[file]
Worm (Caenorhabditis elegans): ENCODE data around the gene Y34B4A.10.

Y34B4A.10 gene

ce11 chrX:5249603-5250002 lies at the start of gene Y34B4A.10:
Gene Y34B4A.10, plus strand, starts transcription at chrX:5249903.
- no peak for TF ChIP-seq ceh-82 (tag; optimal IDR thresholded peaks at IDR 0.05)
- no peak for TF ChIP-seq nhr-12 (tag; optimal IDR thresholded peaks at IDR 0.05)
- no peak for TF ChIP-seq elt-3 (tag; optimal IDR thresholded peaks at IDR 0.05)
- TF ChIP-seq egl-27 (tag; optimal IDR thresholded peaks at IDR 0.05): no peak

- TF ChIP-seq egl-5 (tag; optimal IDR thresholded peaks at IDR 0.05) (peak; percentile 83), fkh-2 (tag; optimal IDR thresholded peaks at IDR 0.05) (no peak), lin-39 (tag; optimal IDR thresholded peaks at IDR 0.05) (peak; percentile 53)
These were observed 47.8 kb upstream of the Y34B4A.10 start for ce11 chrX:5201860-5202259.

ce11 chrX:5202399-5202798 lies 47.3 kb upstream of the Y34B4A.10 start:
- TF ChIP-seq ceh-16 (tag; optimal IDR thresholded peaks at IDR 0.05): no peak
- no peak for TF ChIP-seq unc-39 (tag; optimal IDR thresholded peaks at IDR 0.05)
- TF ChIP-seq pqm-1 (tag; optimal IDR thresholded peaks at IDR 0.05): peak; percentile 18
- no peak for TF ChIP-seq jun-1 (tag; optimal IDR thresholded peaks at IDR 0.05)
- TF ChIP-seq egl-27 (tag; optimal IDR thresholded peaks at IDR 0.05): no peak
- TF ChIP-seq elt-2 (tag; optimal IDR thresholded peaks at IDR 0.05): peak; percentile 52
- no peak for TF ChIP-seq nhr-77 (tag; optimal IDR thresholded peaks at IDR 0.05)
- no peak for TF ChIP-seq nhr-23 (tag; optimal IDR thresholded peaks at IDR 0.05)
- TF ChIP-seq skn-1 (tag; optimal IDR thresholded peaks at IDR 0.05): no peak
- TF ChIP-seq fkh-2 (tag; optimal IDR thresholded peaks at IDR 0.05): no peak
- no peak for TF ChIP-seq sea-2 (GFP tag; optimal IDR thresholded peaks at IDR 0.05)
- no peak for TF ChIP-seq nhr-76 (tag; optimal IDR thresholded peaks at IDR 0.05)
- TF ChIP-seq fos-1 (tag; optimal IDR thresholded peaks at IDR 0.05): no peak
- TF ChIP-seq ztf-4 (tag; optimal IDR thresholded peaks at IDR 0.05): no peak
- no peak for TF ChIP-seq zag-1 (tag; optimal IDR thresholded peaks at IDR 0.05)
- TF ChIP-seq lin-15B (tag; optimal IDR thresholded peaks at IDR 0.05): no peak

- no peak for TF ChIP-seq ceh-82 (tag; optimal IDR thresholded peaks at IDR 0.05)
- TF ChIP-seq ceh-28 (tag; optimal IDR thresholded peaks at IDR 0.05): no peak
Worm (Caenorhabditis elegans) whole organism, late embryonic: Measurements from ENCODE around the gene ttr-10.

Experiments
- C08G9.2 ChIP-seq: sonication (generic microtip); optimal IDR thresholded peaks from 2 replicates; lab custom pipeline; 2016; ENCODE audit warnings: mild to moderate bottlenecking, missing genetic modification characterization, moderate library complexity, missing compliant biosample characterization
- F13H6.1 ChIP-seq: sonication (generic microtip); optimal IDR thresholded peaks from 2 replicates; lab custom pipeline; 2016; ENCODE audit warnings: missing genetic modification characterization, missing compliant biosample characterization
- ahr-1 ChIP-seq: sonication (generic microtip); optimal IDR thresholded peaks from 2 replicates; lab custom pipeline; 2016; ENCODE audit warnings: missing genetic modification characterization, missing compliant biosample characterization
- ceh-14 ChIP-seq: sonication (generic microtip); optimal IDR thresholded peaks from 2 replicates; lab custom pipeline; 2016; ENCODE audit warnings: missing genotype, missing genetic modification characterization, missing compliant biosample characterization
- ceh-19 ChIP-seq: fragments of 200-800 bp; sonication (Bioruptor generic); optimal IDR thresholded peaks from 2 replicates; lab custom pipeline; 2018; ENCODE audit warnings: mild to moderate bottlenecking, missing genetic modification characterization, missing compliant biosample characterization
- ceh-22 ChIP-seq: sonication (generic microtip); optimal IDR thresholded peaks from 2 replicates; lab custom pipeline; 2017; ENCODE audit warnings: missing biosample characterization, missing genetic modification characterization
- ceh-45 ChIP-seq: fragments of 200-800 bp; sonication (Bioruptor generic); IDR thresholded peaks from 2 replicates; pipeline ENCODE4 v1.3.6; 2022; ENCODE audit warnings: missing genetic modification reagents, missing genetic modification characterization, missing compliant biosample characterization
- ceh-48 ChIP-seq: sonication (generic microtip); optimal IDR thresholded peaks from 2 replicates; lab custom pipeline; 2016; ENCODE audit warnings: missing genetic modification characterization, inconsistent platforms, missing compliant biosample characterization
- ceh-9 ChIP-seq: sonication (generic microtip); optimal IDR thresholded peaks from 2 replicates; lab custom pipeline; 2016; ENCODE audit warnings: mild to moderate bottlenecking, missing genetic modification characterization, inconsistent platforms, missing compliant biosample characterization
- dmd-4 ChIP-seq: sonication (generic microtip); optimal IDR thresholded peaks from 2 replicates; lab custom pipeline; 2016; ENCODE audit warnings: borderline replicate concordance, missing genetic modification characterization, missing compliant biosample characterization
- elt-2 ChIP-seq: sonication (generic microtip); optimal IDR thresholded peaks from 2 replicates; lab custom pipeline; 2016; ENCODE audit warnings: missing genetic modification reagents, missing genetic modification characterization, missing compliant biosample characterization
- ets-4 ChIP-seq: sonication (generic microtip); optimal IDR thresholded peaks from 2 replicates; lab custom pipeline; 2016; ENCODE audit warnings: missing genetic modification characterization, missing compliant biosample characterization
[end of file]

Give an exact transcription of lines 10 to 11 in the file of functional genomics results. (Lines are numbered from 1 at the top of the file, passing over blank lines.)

These were observed 47.8 kb upstream of the Y34B4A.10 start for ce11 chrX:5201860-5202259.

ce11 chrX:5202399-5202798 lies 47.3 kb upstream of the Y34B4A.10 start: